Location: Emerging Pests and Pathogens
Title: Pale Swallowwort (Vincetoxicum rossicum) response to cutting and herbicides Authors
|Ditommaso, Antonio -|
|Bittner, Todd -|
|Wesley, F. -|
Submitted to: Invasive Plant Science and Management
Publication Type: Peer Reviewed Journal
Publication Acceptance Date: March 25, 2013
Publication Date: September 12, 2013
Citation: Ditommaso, A., Milbrath, L.R., Bittner, T., Wesley, F.R. 2013. Pale Swallowwort (Vincetoxicum rossicum) response to cutting and herbicides. Journal of Invasive Plant Science and Management. 6:381-390. Interpretive Summary: Pale swallow-wort is a highly invasive, difficult to control vine that thrives in old fields but can also establish in shaded forest understories. This study sought to determine the efficacy of integrated management techniques in open field and forest understory habitats. We found that when mowing pale swallow-wort in early July and following up in late August by either mowing or applying herbicide, all herbicides reduced pale swallow-wort cover, density and biomass in the old field following 2 years of applications. In the forest understory site, some herbicides were also effective in reducing pale swallow-wort cover. In either habitat, two mowings a year was ineffective. The best control is obtained by using different herbicides at different rates in old field versus forest understory habitats. Infestations of pale swallow-wort in old fields will likely require higher rates of commonly used herbicides relative to forest understory infestations largely due to greater densities and more vigorous populations in more favorable old field habitats.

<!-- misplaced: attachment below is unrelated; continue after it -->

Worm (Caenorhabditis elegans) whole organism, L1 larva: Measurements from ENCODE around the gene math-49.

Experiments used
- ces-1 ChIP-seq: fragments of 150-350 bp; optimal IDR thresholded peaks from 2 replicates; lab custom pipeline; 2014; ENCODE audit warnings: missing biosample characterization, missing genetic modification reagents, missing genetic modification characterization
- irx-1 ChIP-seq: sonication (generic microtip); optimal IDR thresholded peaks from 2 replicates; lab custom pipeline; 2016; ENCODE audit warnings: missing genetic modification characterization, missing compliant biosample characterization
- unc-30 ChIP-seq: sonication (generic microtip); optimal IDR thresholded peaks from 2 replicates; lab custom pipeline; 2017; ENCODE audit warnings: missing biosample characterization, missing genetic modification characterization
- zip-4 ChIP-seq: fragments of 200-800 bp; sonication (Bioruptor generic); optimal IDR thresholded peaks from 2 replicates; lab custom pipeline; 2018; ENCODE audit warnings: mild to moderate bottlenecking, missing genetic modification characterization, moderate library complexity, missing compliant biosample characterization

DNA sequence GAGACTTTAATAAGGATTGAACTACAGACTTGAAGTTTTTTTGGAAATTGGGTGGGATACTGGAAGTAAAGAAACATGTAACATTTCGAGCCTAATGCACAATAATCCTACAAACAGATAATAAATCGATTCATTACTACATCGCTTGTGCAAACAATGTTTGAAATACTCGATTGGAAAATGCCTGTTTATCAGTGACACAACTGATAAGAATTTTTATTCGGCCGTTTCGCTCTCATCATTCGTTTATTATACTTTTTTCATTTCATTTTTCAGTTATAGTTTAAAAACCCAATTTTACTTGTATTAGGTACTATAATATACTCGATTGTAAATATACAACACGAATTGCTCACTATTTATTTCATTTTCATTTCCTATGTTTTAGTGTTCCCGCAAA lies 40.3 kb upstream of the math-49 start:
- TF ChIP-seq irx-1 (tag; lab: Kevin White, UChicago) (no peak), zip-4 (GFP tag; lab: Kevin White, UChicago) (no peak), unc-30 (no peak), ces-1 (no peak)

Technical Abstract: Effective control techniques for pale swallowwort (PSW), an invasive herbaceous vine of old fields and forest understories, are limited. We conducted a 3-yr cutting and herbicide study on an adjacent old-field and forest understory site near Ithaca, NY, for control of PSW. Plants in experimental plots were cut in early July and cut again or sprayed in late August for two seasons with the isopropylamine salt of glyphosate, or one of two rates (low or high) of either triclopyr triethylamine salt (i.e., SL, SH) or triclopyr butoxyethyl ester (EL, EH). The herbicide treatments were effective in reducing PSW cover, plant (stem) density, and aboveground biomass in the old-field site, but in several cases, only after 2 yr of cutting plus herbicide application. Only the cutting plus SH treatment did not reduce PSW cover relative to the unmanaged control in the forest understory and no treatment reduced biomass. In general, the cutting plus EH treatment was most effective in reducing PSW stem densities in the forest site. The most effective herbicide treatments differed between sites. Cutting plus EH reduced PSW cover by 84% and stem density (> 5 cm) by 86% in the old-field site. Cutting plus SH effectively decreased long and short (< or = 5 cm) stem densities by 86 and 96%, respectively. Cutting plants twice during each of two seasons increased PSW cover by 301% and density of stems > 5 cm by 73% at this site. In the forest site, cutting plus glyphosate, or cutting plus EH or cutting plus SL and EL resulted in the greatest reductions in PSW cover (80, 76, 66, and 56%, respectively). Cover in plots cut twice per year decreased by 19%. The EH or SL treatments decreased long-stem densities by 78 and 71%, respectively. The EH treatment decreased short-stem density by 37%. These findings suggest that integrated techniques may control PSW but that effective management strategies may be habitat constrained.